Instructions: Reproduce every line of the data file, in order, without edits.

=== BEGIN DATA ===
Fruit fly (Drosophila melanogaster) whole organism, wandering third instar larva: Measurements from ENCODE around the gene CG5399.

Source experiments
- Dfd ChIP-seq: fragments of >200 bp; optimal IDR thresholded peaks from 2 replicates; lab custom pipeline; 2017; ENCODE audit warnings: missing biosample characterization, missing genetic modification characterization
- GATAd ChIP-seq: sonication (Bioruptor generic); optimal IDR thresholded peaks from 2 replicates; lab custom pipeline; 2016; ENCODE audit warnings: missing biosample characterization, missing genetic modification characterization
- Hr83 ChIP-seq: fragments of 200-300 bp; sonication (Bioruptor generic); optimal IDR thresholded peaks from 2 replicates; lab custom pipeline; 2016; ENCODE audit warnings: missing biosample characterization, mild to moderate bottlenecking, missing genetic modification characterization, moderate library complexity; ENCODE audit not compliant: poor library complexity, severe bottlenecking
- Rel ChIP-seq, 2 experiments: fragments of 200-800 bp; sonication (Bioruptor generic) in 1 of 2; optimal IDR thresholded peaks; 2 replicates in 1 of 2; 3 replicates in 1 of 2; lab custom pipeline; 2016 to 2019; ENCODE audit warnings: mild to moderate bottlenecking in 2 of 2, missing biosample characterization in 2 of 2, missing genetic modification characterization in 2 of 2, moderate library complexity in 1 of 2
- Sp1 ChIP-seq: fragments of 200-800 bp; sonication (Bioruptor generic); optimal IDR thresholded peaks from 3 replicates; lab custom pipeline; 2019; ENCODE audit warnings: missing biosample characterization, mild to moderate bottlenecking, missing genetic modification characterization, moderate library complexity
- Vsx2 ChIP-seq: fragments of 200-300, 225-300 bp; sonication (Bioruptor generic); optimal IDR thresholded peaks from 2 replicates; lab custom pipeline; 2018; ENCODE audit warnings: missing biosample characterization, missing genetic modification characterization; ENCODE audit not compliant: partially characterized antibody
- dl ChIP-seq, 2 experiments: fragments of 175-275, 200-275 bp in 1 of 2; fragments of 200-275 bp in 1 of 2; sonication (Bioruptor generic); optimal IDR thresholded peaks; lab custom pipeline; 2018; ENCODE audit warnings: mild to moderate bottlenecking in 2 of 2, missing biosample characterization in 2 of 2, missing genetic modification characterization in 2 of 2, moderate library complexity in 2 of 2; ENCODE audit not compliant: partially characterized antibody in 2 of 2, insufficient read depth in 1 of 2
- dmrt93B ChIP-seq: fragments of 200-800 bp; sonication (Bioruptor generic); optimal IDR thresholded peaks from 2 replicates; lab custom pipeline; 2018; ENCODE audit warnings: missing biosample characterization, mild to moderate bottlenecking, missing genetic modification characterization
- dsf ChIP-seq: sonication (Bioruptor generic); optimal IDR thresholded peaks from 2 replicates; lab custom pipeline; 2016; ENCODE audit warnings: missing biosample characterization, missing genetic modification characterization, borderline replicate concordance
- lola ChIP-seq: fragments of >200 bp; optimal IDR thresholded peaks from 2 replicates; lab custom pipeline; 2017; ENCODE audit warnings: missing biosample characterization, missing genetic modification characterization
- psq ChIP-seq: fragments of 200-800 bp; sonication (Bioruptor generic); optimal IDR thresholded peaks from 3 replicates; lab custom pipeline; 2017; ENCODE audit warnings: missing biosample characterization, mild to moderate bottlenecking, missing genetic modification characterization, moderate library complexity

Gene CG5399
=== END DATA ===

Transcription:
Fruit fly (Drosophila melanogaster) whole organism, wandering third instar larva: Measurements from ENCODE around the gene CG5399.

Source experiments
- Dfd ChIP-seq: fragments of >200 bp; optimal IDR thresholded peaks from 2 replicates; lab custom pipeline; 2017; ENCODE audit warnings: missing biosample characterization, missing genetic modification characterization
- GATAd ChIP-seq: sonication (Bioruptor generic); optimal IDR thresholded peaks from 2 replicates; lab custom pipeline; 2016; ENCODE audit warnings: missing biosample characterization, missing genetic modification characterization
- Hr83 ChIP-seq: fragments of 200-300 bp; sonication (Bioruptor generic); optimal IDR thresholded peaks from 2 replicates; lab custom pipeline; 2016; ENCODE audit warnings: missing biosample characterization, mild to moderate bottlenecking, missing genetic modification characterization, moderate library complexity; ENCODE audit not compliant: poor library complexity, severe bottlenecking
- Rel ChIP-seq, 2 experiments: fragments of 200-800 bp; sonication (Bioruptor generic) in 1 of 2; optimal IDR thresholded peaks; 2 replicates in 1 of 2; 3 replicates in 1 of 2; lab custom pipeline; 2016 to 2019; ENCODE audit warnings: mild to moderate bottlenecking in 2 of 2, missing biosample characterization in 2 of 2, missing genetic modification characterization in 2 of 2, moderate library complexity in 1 of 2
- Sp1 ChIP-seq: fragments of 200-800 bp; sonication (Bioruptor generic); optimal IDR thresholded peaks from 3 replicates; lab custom pipeline; 2019; ENCODE audit warnings: missing biosample characterization, mild to moderate bottlenecking, missing genetic modification characterization, moderate library complexity
- Vsx2 ChIP-seq: fragments of 200-300, 225-300 bp; sonication (Bioruptor generic); optimal IDR thresholded peaks from 2 replicates; lab custom pipeline; 2018; ENCODE audit warnings: missing biosample characterization, missing genetic modification characterization; ENCODE audit not compliant: partially characterized antibody
- dl ChIP-seq, 2 experiments: fragments of 175-275, 200-275 bp in 1 of 2; fragments of 200-275 bp in 1 of 2; sonication (Bioruptor generic); optimal IDR thresholded peaks; lab custom pipeline; 2018; ENCODE audit warnings: mild to moderate bottlenecking in 2 of 2, missing biosample characterization in 2 of 2, missing genetic modification characterization in 2 of 2, moderate library complexity in 2 of 2; ENCODE audit not compliant: partially characterized antibody in 2 of 2, insufficient read depth in 1 of 2
- dmrt93B ChIP-seq: fragments of 200-800 bp; sonication (Bioruptor generic); optimal IDR thresholded peaks from 2 replicates; lab custom pipeline; 2018; ENCODE audit warnings: missing biosample characterization, mild to moderate bottlenecking, missing genetic modification characterization
- dsf ChIP-seq: sonication (Bioruptor generic); optimal IDR thresholded peaks from 2 replicates; lab custom pipeline; 2016; ENCODE audit warnings: missing biosample characterization, missing genetic modification characterization, borderline replicate concordance
- lola ChIP-seq: fragments of >200 bp; optimal IDR thresholded peaks from 2 replicates; lab custom pipeline; 2017; ENCODE audit warnings: missing biosample characterization, missing genetic modification characterization
- psq ChIP-seq: fragments of 200-800 bp; sonication (Bioruptor generic); optimal IDR thresholded peaks from 3 replicates; lab custom pipeline; 2017; ENCODE audit warnings: missing biosample characterization, mild to moderate bottlenecking, missing genetic modification characterization, moderate library complexity

Gene CG5399